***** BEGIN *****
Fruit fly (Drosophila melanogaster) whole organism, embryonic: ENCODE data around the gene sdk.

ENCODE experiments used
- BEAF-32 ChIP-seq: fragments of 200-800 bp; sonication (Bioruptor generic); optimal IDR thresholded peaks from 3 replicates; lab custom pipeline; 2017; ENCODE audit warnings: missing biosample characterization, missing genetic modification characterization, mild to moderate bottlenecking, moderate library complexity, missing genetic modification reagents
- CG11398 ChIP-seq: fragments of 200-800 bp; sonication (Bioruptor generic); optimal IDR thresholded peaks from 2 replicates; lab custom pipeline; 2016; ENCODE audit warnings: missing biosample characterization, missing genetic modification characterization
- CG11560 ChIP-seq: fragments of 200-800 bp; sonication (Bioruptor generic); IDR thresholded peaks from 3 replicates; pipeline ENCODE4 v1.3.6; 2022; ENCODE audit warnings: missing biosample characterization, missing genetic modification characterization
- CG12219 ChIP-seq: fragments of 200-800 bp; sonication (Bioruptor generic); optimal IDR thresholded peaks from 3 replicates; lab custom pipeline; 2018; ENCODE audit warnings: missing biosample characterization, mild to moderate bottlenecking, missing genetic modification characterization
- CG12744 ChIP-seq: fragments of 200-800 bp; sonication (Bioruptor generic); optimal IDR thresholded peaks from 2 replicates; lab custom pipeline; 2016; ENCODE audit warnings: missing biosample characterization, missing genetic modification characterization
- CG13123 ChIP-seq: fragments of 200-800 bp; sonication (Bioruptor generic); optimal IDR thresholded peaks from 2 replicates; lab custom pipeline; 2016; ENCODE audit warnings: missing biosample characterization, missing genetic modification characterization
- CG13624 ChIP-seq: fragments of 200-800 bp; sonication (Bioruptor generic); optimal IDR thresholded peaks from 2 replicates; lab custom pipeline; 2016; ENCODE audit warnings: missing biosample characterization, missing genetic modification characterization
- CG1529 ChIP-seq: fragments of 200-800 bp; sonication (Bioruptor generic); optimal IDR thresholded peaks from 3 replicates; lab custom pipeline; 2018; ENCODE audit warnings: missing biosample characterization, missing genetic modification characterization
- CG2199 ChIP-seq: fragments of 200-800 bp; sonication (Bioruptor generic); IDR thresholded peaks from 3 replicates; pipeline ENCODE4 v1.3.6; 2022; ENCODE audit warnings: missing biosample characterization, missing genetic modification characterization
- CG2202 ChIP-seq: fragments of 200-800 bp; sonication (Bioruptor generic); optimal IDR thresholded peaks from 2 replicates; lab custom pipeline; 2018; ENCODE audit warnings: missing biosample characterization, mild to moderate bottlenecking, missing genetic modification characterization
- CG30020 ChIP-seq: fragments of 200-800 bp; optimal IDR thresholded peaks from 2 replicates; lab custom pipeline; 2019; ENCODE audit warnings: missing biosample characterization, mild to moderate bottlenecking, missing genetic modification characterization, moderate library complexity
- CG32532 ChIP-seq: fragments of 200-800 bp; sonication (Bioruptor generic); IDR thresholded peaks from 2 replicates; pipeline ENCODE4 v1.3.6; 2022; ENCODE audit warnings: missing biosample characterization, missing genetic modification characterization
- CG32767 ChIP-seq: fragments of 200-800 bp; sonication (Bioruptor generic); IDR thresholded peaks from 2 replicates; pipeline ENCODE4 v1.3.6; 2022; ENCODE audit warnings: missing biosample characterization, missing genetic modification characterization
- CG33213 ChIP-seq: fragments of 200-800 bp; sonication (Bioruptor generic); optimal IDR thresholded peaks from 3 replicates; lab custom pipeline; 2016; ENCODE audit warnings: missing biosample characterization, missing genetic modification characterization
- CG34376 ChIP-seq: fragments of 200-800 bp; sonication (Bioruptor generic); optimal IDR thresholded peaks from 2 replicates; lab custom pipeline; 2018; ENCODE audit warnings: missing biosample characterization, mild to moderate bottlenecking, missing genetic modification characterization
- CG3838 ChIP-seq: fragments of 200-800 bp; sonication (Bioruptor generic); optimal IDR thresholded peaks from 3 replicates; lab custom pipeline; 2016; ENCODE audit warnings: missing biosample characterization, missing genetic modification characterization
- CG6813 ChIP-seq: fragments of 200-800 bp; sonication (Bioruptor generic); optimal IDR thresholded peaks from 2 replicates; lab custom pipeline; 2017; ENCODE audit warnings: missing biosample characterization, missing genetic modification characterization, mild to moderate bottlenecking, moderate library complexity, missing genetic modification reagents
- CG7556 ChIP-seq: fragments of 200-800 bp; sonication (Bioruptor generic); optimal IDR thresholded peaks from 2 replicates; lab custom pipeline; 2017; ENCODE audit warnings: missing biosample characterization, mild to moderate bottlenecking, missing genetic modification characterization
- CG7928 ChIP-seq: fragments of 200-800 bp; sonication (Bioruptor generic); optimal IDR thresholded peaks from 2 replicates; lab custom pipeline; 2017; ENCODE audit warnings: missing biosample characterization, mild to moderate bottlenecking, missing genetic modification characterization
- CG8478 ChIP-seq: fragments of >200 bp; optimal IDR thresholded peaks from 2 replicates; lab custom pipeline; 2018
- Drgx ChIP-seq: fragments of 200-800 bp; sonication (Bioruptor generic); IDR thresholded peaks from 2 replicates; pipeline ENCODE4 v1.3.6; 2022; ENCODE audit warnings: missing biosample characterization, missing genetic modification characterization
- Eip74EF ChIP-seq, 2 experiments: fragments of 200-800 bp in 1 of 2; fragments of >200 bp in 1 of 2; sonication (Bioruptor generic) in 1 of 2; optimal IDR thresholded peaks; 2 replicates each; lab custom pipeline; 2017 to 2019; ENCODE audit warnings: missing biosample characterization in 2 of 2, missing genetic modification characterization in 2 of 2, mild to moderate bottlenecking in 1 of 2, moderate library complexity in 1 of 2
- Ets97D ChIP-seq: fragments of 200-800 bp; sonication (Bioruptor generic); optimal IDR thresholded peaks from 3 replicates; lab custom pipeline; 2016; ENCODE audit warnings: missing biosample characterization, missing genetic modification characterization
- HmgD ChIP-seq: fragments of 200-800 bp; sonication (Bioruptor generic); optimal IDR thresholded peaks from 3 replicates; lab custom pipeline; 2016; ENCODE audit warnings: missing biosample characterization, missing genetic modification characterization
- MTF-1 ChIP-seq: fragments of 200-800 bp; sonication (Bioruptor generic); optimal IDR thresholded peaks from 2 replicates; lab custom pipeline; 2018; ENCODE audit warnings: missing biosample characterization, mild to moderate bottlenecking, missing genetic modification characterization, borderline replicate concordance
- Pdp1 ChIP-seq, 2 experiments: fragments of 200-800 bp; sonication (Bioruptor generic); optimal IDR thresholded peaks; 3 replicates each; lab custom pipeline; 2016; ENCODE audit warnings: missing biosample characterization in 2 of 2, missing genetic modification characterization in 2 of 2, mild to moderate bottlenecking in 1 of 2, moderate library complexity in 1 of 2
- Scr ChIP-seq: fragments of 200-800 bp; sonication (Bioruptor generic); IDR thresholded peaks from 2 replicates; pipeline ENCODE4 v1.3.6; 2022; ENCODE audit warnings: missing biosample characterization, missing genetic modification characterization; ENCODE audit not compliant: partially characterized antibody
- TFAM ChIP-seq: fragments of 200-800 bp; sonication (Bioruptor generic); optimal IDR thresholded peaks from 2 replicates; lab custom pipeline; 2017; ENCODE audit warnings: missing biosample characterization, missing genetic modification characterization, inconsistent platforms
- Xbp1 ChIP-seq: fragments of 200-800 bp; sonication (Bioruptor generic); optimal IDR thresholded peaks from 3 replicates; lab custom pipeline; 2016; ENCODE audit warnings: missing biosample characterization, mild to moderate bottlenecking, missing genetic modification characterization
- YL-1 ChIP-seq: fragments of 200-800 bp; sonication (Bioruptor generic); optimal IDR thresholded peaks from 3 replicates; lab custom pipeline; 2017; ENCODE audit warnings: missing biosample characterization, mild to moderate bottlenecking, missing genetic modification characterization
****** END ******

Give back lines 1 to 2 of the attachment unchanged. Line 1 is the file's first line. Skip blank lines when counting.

Fruit fly (Drosophila melanogaster) whole organism, embryonic: ENCODE data around the gene sdk.

ENCODE experiments used